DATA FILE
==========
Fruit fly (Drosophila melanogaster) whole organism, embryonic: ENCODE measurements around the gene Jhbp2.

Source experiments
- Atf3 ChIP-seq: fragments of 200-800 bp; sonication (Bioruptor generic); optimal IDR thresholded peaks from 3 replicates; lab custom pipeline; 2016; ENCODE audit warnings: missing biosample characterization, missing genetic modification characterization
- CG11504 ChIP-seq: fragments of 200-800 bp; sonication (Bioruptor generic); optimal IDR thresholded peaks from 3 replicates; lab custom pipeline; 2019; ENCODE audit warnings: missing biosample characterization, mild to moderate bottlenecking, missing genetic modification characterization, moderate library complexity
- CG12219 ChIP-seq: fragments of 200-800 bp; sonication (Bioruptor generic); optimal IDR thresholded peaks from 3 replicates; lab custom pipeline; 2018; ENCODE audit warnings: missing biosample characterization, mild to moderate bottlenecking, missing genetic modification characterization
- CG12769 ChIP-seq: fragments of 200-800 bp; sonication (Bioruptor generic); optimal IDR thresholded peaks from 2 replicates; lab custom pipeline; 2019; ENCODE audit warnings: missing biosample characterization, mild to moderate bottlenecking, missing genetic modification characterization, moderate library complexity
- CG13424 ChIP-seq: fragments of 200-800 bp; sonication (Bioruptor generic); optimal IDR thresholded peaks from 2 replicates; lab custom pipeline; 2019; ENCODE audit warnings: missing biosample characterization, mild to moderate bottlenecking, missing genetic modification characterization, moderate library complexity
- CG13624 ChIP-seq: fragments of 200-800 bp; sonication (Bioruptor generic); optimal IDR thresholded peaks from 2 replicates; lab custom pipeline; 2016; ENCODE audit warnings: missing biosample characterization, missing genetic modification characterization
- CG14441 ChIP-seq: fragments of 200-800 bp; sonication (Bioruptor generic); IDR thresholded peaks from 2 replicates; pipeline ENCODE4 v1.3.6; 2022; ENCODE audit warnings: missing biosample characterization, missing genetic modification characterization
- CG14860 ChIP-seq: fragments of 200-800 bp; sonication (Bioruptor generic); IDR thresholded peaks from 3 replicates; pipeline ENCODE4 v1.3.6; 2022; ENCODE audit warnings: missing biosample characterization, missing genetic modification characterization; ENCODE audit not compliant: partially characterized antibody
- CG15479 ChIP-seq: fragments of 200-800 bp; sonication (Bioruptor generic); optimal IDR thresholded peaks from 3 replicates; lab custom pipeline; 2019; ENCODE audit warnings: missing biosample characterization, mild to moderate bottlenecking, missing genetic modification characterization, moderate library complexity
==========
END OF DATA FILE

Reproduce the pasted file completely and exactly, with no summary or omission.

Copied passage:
Fruit fly (Drosophila melanogaster) whole organism, embryonic: ENCODE measurements around the gene Jhbp2.

Source experiments
- Atf3 ChIP-seq: fragments of 200-800 bp; sonication (Bioruptor generic); optimal IDR thresholded peaks from 3 replicates; lab custom pipeline; 2016; ENCODE audit warnings: missing biosample characterization, missing genetic modification characterization
- CG11504 ChIP-seq: fragments of 200-800 bp; sonication (Bioruptor generic); optimal IDR thresholded peaks from 3 replicates; lab custom pipeline; 2019; ENCODE audit warnings: missing biosample characterization, mild to moderate bottlenecking, missing genetic modification characterization, moderate library complexity
- CG12219 ChIP-seq: fragments of 200-800 bp; sonication (Bioruptor generic); optimal IDR thresholded peaks from 3 replicates; lab custom pipeline; 2018; ENCODE audit warnings: missing biosample characterization, mild to moderate bottlenecking, missing genetic modification characterization
- CG12769 ChIP-seq: fragments of 200-800 bp; sonication (Bioruptor generic); optimal IDR thresholded peaks from 2 replicates; lab custom pipeline; 2019; ENCODE audit warnings: missing biosample characterization, mild to moderate bottlenecking, missing genetic modification characterization, moderate library complexity
- CG13424 ChIP-seq: fragments of 200-800 bp; sonication (Bioruptor generic); optimal IDR thresholded peaks from 2 replicates; lab custom pipeline; 2019; ENCODE audit warnings: missing biosample characterization, mild to moderate bottlenecking, missing genetic modification characterization, moderate library complexity
- CG13624 ChIP-seq: fragments of 200-800 bp; sonication (Bioruptor generic); optimal IDR thresholded peaks from 2 replicates; lab custom pipeline; 2016; ENCODE audit warnings: missing biosample characterization, missing genetic modification characterization
- CG14441 ChIP-seq: fragments of 200-800 bp; sonication (Bioruptor generic); IDR thresholded peaks from 2 replicates; pipeline ENCODE4 v1.3.6; 2022; ENCODE audit warnings: missing biosample characterization, missing genetic modification characterization
- CG14860 ChIP-seq: fragments of 200-800 bp; sonication (Bioruptor generic); IDR thresholded peaks from 3 replicates; pipeline ENCODE4 v1.3.6; 2022; ENCODE audit warnings: missing biosample characterization, missing genetic modification characterization; ENCODE audit not compliant: partially characterized antibody
- CG15479 ChIP-seq: fragments of 200-800 bp; sonication (Bioruptor generic); optimal IDR thresholded peaks from 3 replicates; lab custom pipeline; 2019; ENCODE audit warnings: missing biosample characterization, mild to moderate bottlenecking, missing genetic modification characterization, moderate library complexity